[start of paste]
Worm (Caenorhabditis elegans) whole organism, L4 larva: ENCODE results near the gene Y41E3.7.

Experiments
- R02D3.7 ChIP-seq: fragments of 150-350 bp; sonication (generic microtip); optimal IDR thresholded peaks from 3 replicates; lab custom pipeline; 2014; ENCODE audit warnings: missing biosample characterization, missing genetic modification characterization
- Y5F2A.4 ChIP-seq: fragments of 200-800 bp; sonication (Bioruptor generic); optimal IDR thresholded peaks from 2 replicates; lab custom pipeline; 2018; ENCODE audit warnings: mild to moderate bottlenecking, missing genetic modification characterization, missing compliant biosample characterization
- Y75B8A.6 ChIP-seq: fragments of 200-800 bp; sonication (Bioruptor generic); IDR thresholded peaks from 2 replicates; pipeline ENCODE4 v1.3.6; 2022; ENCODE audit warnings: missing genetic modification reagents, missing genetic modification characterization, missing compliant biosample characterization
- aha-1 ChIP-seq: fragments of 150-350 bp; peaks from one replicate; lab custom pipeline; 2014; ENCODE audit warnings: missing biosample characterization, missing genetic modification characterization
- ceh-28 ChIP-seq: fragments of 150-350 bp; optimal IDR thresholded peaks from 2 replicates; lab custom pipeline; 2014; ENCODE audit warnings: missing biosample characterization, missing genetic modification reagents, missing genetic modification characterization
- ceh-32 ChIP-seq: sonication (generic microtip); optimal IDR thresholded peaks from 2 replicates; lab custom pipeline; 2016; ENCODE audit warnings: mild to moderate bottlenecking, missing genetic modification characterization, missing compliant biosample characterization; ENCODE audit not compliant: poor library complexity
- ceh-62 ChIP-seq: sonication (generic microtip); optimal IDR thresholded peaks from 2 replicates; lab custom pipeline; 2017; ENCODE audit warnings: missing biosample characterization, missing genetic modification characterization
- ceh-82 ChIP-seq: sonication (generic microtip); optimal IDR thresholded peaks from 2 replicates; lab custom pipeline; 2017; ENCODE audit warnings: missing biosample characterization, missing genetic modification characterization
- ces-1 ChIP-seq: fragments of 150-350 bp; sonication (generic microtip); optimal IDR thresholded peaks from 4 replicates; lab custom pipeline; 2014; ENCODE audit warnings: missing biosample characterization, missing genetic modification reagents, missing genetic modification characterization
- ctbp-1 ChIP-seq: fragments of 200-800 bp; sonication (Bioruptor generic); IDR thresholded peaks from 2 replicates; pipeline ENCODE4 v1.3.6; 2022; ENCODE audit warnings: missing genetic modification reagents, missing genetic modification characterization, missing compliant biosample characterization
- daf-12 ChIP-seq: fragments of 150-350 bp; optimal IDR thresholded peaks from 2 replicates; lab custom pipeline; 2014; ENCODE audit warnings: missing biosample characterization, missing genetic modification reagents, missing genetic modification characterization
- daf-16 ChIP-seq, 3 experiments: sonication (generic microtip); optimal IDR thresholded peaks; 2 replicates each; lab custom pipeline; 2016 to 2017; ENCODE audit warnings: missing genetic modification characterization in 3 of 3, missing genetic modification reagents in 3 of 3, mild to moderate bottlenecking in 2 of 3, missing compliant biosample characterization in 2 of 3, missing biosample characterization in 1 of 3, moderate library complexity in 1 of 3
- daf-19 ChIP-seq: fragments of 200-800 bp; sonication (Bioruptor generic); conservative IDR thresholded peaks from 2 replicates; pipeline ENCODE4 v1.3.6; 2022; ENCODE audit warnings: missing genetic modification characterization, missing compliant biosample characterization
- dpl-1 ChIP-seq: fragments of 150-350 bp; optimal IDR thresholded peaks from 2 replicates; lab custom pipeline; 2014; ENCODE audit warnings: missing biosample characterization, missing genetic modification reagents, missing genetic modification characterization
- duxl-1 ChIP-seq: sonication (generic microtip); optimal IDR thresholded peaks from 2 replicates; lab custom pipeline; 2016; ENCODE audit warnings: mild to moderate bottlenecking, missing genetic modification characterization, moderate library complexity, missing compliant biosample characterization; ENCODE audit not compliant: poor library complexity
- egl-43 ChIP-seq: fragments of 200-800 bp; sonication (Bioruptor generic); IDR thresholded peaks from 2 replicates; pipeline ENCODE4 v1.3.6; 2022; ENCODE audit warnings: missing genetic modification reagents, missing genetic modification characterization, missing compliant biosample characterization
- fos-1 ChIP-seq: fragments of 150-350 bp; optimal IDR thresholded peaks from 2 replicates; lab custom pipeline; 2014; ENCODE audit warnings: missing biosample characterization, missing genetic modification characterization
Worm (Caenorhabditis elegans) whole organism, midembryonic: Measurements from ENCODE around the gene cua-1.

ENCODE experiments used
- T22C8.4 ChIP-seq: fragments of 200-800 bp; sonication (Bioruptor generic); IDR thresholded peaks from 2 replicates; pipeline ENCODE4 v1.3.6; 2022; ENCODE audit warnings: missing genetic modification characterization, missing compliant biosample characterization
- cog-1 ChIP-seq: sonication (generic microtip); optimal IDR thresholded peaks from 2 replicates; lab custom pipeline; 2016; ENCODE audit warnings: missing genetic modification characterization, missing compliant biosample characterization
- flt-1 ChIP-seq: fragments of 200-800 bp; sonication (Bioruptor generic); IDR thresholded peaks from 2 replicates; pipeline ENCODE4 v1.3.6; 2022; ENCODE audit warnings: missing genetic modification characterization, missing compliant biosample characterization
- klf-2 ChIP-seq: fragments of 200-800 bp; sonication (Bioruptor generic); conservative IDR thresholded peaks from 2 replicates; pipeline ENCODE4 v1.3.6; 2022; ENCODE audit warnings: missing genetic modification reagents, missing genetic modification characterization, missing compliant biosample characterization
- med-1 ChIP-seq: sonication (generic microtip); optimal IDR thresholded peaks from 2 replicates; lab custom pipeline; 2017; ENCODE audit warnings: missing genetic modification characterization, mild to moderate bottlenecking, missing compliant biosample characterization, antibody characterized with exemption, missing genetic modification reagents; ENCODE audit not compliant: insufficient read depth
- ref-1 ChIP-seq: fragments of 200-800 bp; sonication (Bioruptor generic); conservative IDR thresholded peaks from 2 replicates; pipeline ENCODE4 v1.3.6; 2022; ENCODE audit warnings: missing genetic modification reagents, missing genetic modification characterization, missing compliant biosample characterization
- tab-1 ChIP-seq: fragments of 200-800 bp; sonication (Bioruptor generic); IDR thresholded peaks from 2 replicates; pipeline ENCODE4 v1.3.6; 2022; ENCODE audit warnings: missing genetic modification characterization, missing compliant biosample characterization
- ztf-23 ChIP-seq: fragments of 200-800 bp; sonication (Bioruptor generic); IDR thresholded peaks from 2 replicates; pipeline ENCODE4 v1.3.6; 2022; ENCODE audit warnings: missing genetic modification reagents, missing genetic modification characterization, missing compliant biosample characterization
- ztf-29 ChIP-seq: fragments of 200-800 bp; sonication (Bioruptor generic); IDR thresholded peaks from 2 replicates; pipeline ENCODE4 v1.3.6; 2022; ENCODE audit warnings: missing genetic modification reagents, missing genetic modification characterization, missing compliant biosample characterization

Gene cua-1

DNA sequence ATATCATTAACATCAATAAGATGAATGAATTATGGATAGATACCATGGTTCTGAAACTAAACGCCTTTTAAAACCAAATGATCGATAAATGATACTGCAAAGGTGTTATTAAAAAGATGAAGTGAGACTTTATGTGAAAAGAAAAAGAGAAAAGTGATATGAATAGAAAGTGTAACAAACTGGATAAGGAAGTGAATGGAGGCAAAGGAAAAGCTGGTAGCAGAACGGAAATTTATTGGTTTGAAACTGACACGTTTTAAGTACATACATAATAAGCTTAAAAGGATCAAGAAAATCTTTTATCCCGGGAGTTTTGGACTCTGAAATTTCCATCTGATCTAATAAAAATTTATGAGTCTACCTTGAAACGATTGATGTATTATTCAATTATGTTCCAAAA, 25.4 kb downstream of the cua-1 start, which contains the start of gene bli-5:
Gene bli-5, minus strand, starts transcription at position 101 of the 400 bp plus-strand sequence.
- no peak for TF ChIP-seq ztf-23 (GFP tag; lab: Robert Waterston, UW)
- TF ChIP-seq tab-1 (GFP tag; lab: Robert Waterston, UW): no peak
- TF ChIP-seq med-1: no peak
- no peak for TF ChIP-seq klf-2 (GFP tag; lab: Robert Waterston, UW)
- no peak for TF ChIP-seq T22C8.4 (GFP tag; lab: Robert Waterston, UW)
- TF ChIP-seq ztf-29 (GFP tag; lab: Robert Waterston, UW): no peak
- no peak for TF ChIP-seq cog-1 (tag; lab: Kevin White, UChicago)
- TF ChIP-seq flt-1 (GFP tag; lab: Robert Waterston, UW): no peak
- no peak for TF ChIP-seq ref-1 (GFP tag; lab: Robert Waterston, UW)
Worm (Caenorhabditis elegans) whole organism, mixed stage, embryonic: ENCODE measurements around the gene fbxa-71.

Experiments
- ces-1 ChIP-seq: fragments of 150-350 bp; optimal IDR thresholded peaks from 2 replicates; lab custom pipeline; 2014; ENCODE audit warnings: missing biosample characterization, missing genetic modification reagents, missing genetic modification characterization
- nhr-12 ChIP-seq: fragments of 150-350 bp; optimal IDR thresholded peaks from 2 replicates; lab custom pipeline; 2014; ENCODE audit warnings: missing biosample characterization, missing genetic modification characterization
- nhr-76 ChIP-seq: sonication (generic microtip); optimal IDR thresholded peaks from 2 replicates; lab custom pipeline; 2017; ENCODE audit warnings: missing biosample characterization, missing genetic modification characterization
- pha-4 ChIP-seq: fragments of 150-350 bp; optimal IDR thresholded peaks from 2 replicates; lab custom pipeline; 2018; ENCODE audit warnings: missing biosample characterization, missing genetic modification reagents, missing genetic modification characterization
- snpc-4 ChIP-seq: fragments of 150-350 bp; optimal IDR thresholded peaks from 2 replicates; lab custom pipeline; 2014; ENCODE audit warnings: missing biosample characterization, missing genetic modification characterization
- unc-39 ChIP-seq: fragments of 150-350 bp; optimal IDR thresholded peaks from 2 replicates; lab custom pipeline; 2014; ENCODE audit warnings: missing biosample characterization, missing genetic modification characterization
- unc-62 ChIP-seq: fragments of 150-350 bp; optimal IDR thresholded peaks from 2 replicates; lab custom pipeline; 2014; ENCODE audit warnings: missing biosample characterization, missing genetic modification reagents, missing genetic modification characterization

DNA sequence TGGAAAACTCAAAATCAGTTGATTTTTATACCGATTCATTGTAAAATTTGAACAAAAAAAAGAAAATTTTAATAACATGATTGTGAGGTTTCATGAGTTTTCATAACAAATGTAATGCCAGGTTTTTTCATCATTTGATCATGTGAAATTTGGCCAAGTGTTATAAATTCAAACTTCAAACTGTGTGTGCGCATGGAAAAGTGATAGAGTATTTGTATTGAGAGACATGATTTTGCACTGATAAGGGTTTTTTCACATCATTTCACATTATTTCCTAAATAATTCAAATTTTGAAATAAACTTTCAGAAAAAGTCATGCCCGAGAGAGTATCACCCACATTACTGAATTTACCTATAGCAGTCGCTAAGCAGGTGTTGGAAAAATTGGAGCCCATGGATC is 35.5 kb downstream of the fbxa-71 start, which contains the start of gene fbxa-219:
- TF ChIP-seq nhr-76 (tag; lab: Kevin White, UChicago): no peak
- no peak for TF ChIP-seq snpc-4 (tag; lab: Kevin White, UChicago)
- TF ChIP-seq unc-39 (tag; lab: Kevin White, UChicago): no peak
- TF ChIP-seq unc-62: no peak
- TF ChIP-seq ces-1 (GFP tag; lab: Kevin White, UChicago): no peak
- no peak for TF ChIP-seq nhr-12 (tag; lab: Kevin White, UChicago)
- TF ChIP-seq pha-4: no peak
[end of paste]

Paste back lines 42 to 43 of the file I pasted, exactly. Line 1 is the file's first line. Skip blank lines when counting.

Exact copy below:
- no peak for TF ChIP-seq ref-1 (GFP tag; lab: Robert Waterston, UW)
Worm (Caenorhabditis elegans) whole organism, mixed stage, embryonic: ENCODE measurements around the gene fbxa-71.